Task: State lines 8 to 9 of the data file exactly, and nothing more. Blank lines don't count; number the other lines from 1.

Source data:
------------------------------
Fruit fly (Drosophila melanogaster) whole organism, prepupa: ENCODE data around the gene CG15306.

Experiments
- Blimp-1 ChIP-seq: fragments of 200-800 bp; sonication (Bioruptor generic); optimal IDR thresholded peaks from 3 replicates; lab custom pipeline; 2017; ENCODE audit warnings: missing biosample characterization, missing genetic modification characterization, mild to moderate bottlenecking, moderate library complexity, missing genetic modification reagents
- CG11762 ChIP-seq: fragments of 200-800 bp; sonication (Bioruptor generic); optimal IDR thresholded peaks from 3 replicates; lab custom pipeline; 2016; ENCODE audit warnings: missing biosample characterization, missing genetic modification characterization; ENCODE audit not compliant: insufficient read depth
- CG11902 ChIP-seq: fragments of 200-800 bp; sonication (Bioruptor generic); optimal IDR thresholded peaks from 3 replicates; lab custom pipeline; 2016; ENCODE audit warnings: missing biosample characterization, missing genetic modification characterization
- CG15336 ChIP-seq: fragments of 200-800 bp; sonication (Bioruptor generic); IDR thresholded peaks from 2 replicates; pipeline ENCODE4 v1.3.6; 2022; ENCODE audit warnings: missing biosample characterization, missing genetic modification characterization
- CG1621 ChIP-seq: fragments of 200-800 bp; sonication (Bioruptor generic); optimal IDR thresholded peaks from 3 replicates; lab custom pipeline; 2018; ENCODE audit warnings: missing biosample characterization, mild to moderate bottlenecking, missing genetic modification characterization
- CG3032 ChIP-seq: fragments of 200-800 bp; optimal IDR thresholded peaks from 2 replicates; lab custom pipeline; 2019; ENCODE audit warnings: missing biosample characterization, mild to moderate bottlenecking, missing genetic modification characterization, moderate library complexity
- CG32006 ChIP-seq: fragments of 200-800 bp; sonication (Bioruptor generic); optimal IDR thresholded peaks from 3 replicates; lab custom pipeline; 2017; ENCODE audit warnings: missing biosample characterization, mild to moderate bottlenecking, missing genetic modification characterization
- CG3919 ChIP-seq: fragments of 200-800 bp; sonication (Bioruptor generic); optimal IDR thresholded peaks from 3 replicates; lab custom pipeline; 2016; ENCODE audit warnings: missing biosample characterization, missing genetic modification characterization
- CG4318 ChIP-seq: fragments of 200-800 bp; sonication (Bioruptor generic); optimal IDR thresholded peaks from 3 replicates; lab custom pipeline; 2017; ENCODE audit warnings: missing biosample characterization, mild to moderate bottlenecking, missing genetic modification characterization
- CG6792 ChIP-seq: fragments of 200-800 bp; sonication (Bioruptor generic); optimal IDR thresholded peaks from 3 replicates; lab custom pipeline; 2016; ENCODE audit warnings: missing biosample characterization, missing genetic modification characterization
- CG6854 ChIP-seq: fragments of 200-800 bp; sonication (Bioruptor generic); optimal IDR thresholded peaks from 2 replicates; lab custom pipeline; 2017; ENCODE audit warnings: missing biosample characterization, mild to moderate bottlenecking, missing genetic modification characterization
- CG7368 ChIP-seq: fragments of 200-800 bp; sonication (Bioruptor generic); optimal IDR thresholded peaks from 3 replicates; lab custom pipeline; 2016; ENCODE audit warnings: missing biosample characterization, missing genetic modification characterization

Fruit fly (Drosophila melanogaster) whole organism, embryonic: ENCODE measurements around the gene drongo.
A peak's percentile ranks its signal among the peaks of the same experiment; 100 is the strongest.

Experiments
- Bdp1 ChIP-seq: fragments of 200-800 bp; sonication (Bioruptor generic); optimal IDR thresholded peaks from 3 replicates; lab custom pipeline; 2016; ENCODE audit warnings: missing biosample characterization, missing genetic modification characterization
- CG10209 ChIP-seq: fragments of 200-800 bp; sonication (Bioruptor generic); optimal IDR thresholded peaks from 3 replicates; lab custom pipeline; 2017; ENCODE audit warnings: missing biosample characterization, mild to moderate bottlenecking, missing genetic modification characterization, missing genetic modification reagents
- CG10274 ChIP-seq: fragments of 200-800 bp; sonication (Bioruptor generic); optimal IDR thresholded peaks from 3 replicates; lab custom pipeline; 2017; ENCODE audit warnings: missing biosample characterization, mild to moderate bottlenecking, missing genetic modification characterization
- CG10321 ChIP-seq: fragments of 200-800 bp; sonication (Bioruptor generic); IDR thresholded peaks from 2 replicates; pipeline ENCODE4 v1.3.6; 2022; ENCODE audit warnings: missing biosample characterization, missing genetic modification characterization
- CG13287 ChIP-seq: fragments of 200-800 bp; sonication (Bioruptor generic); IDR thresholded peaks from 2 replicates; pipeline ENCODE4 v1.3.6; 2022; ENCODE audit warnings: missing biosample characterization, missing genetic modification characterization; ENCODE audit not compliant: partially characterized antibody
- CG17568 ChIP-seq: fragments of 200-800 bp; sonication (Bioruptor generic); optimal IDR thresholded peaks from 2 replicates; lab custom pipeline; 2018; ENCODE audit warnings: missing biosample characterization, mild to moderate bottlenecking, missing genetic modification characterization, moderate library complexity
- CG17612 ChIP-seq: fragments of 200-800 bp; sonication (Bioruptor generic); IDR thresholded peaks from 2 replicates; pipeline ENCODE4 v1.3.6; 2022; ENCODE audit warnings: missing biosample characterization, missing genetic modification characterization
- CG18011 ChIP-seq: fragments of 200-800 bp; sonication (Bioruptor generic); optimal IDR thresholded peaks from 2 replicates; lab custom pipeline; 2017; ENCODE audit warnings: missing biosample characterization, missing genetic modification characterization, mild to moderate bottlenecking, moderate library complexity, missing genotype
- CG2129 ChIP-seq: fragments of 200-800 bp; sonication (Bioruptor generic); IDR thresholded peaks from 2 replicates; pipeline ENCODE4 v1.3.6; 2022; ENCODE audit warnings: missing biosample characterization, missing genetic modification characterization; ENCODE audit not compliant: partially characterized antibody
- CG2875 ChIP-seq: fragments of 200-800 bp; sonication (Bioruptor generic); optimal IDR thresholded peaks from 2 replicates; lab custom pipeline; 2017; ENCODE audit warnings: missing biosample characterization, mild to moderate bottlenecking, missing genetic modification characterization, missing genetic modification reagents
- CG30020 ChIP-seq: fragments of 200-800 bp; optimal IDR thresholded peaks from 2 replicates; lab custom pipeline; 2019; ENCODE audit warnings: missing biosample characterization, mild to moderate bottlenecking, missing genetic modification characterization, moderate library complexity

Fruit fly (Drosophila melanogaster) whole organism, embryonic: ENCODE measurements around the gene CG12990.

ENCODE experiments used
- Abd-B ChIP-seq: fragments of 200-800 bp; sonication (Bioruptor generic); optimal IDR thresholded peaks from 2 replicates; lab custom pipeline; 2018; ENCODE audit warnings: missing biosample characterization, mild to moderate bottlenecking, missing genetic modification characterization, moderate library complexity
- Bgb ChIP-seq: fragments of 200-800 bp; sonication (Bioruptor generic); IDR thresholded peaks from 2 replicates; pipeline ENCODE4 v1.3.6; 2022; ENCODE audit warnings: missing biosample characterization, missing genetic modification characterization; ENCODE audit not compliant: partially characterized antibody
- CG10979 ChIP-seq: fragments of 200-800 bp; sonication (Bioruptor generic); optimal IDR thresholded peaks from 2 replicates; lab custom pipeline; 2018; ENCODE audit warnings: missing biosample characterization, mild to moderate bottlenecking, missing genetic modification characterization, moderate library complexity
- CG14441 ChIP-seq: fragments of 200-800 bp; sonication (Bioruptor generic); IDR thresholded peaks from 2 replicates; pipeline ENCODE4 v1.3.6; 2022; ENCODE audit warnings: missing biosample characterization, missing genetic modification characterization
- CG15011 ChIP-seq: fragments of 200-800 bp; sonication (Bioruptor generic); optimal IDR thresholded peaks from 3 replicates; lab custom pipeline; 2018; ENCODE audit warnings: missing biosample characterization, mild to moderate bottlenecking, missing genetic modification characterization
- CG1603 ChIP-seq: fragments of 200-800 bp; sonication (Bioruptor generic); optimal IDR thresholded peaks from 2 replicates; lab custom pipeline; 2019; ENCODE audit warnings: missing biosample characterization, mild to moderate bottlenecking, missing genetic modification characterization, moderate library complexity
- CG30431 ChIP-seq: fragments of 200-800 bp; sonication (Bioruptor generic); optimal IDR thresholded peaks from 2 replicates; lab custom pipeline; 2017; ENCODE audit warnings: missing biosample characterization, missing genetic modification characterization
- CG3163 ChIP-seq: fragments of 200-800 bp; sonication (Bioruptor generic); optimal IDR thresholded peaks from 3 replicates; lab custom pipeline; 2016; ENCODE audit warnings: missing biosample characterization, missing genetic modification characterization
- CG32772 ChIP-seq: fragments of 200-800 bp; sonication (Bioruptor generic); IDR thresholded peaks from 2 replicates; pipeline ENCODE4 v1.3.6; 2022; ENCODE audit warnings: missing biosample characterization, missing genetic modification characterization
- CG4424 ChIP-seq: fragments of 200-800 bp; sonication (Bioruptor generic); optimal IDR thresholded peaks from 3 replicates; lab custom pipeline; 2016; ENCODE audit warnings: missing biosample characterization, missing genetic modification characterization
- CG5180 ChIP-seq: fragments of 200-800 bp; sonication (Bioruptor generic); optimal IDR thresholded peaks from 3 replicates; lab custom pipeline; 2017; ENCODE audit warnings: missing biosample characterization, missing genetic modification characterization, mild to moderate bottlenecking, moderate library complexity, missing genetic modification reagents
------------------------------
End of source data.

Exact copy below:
- CG3032 ChIP-seq: fragments of 200-800 bp; optimal IDR thresholded peaks from 2 replicates; lab custom pipeline; 2019; ENCODE audit warnings: missing biosample characterization, mild to moderate bottlenecking, missing genetic modification characterization, moderate library complexity
- CG32006 ChIP-seq: fragments of 200-800 bp; sonication (Bioruptor generic); optimal IDR thresholded peaks from 3 replicates; lab custom pipeline; 2017; ENCODE audit warnings: missing biosample characterization, mild to moderate bottlenecking, missing genetic modification characterization